Hard to believe, yet it has been ten years since the blossoming of dissent and creativity known as the Arab Spring. This week, we listen closely to the nuanced voice of the lawyer and writer Rayan Fakhoury, whose illuminating Still Arab has just been published within the digital scroll of the venerable LAYB.
The essay is worthy of close consideration in its entirety; two brief excerpts below, with images of untitled paintings by Ayman Baalbaki, as relayed from the website of the Dalloul Art Foundation.
One of the key tidal observations throughout our DP voyages has been, simply put, that we cannot change what we do not truthfully understand.
For example: reconciliation regarding the historical experience of American slavery is impossible without coming to grips with how that history lives on in the present through densely interwoven manifestations of white supremacy, with the carceral state at its center.
Now comes the ever-lucid Eileen Crist, with thoughts on a different though related variant of subjugation, not within a single species but rather between one particularly invasive species (homo sapiens) and the rest of life on Mother Earth.
Note: The entire excellent interview from within the pages of The Sun Magazine (not the tabloid, mind!) is worthy of close consideration. The magazine has generously dropped its pay wall during Covidzeit, yet relies entirely on reader support. We highly recommend trial perusal, and then subscription.
On this birthday of Martin Luther King Jr., celebrated during times of racist violence and white supremacist insurrection unleashed in the name of “American greatness”, we give full attention to one of MLK’s most powerfully transformative sermons: The Drum Major Instinct, delivered at Ebenezer Baptist Church on February 4, 1968.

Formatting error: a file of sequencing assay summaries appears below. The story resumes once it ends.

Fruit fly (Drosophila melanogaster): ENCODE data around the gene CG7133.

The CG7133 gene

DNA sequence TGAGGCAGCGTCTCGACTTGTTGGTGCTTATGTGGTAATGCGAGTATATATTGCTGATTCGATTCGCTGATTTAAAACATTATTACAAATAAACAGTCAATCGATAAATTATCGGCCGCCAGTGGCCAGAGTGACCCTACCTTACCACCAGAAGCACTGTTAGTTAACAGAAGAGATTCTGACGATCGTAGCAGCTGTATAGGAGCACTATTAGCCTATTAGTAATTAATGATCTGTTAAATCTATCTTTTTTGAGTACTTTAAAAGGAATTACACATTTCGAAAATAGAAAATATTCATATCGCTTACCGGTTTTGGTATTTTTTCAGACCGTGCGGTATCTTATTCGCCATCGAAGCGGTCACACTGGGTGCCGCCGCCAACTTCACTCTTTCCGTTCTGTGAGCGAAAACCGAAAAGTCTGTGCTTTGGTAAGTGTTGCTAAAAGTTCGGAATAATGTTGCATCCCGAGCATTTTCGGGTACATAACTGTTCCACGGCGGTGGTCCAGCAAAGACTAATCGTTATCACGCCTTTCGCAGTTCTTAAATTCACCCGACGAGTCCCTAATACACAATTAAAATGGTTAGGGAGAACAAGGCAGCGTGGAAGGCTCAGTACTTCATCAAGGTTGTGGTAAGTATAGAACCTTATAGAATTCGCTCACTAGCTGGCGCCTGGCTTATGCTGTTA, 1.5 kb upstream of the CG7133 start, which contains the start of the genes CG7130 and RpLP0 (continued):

We urge close, deep listening to the entirety of the sermon; excerpts transcribed below.
We also take note of an op-ed in the Washington Post written by MLK III in opposition to the ruthless executions staged by a racist & omnicidal thanatocracy during its own dying days, with an excerpt relayed below:
Today, a man named Brandon Bernard was executed for a a crime committed when he was eighteen, in circumstances clouded by numerous unanswered questions. Appeals for clemency fell on deaf ears.
Now comes the honorable Bryan Stevenson, a winner of this year’s “Right Livelihood” award, for his tireless work exposing, documenting and fighting against the injustices of the Carceral State. Below, his acceptance speech for the award.
Images are from the most powerful work of public art in North America: the museum and memorial created by Stevenson’s Equal Justice Initiative in Montgomery, Alabama.
In a fascinating essay in the most recent New York Review of Books, Fintan O’Toole refers to the rise of “zombie politics”, and to Trumpism as akin to a necromantic death cult. Consistent with his observations, we note that five federal executions have been scheduled between now and the way overdue termination of this relentlessly omnicidal administration.
Now comes Hegel scholar and political philosopher Alexander Kojève, writing in 1943. We dare say the “records” to which he alludes in the second paragraph have surely been not just broken but shattered during the relentlessly mendacious Trump years, most notably (and dangerously) in the abundance of bunkum saturating the vast & delusional MAGA zone in the aftermath of recent elections.
The entire essay is worth your consideration; excerpts below, with a couple of emblematic images.
THE GREATEST LEADER EVER & FOREVER & A DAY UNTIL DEATH DO US PART AMEN
Now comes Rob Hopkins, co-founder of the Transition Network and author of From What Is to What If, speaking in an interview last year, voicing ideas that ring with even greater urgency today. Images are relayed from Little Sparta, a hippocampus campus where “small and tortured thought” (see the quote from Susan Griffin below) is strictly forbidden.
We note that Hopkins begins his excellent book with two sentences from Susan Griffin’s brilliant To Love the Marigold; below, the entire passage, worthy of close and repeated readings: